Nothing says summer better than a roller coaster ride. Your hair whipping in the wind, you go plunging, soaring, twisting and turning hundreds of feet above the ground with your screams silenced by the roar of the train.
Behind those vertical dives and loop de loops are cutting-edge computer systems that are used to thrill riders and to keep them safe. Indeed, the industrial-strength sensors, Ethernet-based control systems, wired and wireless networks that power today's roller coasters and rides use technology familiar to corporate IT executives.
Amusement parks also turn to computerized design and fabrication of their rides to make construction more precise. Maintenance operations and safety checks are computer monitored, and the rides are operated by automated control systems. The latest rides incorporate computer-generated -- and increasingly customized -- audio and visual effects.
Here's our list of the nation's top tech roller coasters and a brief description of the computers that make each of them work. Hopefully, you'll get a chance to visit an amusement park this summer and enjoy one of these rides.
Hollywood Rip Ride Rockit at Universal Orlando Resort
Universal Orlando Resort is opening a roller coaster this summer that will be the first to offer a user-customized audio and visual experience. Hollywood Rip Ride Rockit lets riders choose the songs they want to hear during the coaster ride from a selection of popular rock, rap, electronica, pop and country songs.
"We have an onboard guest-selectable audio system that works like an MP3 player. Each seat has its own isolated stereo system, so each person on the ride is able to listen to their own song and that song is isolated from everybody else," explains Louis Alfieri, creative director for Universal Studios.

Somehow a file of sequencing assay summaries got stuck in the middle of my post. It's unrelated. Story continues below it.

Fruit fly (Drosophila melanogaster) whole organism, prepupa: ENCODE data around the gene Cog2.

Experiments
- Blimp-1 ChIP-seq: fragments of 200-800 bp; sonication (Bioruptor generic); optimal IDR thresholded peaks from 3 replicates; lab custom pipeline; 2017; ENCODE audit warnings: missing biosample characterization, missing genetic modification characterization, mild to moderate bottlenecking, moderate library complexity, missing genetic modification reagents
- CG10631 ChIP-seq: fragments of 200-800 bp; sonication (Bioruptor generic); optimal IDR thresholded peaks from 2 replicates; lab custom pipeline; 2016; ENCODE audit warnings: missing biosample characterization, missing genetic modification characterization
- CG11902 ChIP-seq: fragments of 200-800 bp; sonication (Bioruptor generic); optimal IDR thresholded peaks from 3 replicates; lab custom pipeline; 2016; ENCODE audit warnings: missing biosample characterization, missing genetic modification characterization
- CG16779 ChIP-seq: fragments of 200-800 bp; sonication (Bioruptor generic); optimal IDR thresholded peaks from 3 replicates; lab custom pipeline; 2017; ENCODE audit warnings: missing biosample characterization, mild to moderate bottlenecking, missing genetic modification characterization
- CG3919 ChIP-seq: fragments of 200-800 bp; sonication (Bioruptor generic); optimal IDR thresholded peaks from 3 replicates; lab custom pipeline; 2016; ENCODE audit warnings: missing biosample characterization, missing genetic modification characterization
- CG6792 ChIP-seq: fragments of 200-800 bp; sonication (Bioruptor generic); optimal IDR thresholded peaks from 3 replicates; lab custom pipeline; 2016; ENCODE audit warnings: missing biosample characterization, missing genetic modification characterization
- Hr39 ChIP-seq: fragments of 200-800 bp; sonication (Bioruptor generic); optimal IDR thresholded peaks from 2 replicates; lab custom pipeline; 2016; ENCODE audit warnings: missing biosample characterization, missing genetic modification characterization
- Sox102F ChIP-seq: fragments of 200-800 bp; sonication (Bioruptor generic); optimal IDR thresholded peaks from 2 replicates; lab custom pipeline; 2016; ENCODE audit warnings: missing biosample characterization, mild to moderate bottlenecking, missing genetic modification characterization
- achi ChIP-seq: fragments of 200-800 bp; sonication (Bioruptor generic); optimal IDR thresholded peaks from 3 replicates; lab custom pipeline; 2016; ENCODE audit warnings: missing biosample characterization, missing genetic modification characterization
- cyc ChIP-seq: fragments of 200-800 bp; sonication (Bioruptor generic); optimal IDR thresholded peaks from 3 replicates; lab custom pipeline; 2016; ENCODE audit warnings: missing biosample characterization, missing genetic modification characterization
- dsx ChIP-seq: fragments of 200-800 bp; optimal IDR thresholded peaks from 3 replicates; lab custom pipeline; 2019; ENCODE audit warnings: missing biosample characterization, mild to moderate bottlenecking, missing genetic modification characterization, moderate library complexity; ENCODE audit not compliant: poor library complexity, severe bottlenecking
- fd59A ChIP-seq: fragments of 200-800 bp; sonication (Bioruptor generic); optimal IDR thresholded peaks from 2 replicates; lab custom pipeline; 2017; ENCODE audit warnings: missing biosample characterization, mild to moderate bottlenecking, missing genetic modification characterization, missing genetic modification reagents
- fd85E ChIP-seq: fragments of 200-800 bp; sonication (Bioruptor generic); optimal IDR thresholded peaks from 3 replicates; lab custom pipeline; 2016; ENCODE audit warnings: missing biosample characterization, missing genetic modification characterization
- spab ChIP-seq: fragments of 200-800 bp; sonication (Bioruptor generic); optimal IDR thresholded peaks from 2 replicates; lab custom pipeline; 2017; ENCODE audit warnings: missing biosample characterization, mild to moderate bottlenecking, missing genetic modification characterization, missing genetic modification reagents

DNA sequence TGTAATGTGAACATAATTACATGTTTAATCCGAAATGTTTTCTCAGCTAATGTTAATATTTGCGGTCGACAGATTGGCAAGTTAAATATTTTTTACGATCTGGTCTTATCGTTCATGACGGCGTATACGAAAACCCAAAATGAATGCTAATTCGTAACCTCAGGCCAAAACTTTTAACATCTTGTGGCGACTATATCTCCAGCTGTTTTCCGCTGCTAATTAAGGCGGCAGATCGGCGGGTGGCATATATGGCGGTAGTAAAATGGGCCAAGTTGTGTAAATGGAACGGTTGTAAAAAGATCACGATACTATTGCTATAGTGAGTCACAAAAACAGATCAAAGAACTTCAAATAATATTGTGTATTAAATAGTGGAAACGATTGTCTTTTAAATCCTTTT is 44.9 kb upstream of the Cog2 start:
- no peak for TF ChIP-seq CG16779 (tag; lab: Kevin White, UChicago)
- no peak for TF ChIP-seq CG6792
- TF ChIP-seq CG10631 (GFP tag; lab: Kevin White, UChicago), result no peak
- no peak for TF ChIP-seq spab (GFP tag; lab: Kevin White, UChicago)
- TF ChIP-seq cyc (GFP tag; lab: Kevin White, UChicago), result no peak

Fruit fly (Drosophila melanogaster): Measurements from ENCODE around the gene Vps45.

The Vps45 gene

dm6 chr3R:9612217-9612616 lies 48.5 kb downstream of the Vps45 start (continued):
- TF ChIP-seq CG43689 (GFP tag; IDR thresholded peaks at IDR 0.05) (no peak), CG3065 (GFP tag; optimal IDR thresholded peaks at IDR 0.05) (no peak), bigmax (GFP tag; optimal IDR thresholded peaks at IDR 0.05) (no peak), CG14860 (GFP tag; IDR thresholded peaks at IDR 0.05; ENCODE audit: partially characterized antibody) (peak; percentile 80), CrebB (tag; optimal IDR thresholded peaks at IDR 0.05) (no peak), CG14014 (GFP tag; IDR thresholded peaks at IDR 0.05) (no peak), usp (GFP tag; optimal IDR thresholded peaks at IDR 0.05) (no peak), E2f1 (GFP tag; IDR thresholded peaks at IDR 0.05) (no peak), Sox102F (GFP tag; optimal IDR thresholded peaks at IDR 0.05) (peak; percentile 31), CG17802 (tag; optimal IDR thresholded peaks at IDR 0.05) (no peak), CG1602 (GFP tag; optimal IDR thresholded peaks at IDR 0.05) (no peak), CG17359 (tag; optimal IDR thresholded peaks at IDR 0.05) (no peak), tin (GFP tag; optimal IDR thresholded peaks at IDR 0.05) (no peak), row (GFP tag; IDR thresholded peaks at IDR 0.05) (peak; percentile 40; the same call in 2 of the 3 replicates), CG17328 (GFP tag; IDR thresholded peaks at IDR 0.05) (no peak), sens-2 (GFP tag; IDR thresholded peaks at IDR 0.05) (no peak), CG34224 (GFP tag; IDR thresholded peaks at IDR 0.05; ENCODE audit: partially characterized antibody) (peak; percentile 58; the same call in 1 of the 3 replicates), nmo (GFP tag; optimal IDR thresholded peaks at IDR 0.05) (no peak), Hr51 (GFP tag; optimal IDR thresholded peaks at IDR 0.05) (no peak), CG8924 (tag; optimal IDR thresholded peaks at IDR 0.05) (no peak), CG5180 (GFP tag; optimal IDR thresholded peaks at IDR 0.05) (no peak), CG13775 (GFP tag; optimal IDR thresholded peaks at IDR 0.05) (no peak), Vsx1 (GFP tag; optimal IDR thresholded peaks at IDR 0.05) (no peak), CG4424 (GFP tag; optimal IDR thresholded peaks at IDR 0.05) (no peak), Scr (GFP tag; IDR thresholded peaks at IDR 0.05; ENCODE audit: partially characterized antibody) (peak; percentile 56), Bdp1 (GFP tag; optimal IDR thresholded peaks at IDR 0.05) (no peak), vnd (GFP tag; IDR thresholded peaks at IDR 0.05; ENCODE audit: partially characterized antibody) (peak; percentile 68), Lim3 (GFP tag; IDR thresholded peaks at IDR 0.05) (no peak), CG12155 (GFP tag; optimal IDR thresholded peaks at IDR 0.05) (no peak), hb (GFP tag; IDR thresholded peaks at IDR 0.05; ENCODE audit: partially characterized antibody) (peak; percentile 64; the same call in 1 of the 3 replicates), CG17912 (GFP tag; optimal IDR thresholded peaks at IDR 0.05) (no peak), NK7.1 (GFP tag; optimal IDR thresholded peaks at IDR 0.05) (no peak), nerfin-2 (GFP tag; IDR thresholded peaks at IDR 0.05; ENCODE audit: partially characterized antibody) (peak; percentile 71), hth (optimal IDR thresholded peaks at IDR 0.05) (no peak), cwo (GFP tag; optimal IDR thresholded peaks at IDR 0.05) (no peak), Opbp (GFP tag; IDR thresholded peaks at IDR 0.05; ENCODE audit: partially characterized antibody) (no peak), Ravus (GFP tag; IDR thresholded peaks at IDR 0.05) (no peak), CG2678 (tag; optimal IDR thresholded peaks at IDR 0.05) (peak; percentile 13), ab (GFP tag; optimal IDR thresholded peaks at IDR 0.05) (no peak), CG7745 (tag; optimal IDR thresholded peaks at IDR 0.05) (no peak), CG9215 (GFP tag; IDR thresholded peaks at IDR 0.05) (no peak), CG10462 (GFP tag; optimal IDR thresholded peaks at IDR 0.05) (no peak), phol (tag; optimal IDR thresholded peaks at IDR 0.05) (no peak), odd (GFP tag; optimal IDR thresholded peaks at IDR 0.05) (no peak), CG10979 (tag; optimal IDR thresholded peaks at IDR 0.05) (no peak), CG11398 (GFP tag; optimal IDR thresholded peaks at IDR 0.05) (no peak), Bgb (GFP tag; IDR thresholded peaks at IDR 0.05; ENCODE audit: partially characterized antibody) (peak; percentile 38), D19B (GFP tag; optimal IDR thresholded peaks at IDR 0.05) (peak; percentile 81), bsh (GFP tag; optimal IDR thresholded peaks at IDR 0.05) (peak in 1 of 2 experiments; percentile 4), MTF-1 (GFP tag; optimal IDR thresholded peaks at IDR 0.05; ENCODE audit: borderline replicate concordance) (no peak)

Riders don't wear headphones. Instead, the roller coaster's seats are formed in such a way that the audio waves go only to the person in the seat and are isolated from the other riders. Each seat is outfitted with Polk Audio marine-grade stereo speakers that provide 90 decibels of music, yet those songs aren't heard by the other riders.
Riders choose their songs -- ranging from "Gimme All Your Lovin'" by ZZ Top to "U Can't Touch This" by MC Hammer or "Midnight Rider" by The Allman Brothers -- using a personal touchpad mounted on the lap bar. "It's the highest quality audio on any coaster," Alfieri says.
The Hollywood Rip Ride Rockit also incorporates 14 digital cameras onboard the trains and along the track that record high-quality digital video of each rider's experience. Lasers and computers ensure that the rider sees music and video that are in sync during the ride. Afterwards, each rider's custom video is sent via a wireless network to a kiosk where a DVD is rendered and sold as a souvenir.
"The video features the music you selected plus 14 live shots of you on the coaster," Alfieri says. "You're also able to put you and your friends' names and other comments on the video in specific areas."
The ride itself is impressive, featuring stadium-style seats and lap bars rather than shoulder harnesses. The train rides over a treble-clef shaped track that reaches 17-stories high and over several loops at speeds of up to 65 miles per hour.
The roller coaster uses a control system that includes Programmable Logic Controllers (PLC) that synch up using a wireless network to control the seven trains operating on the track.
"This is the most complicated roller coaster control system that's ever been achieved," Alfieri says. "It's not only the control system but the video onboard and offboard and that every seat has customized audio."
Universal Orlando also boasts features on its Web site that allow riders to interact with the new coaster before and after visiting the park.
"On our Web site, you can sample all of the music on the coaster, you can experience the coaster and you can do all sorts of other activities," Alfieri says.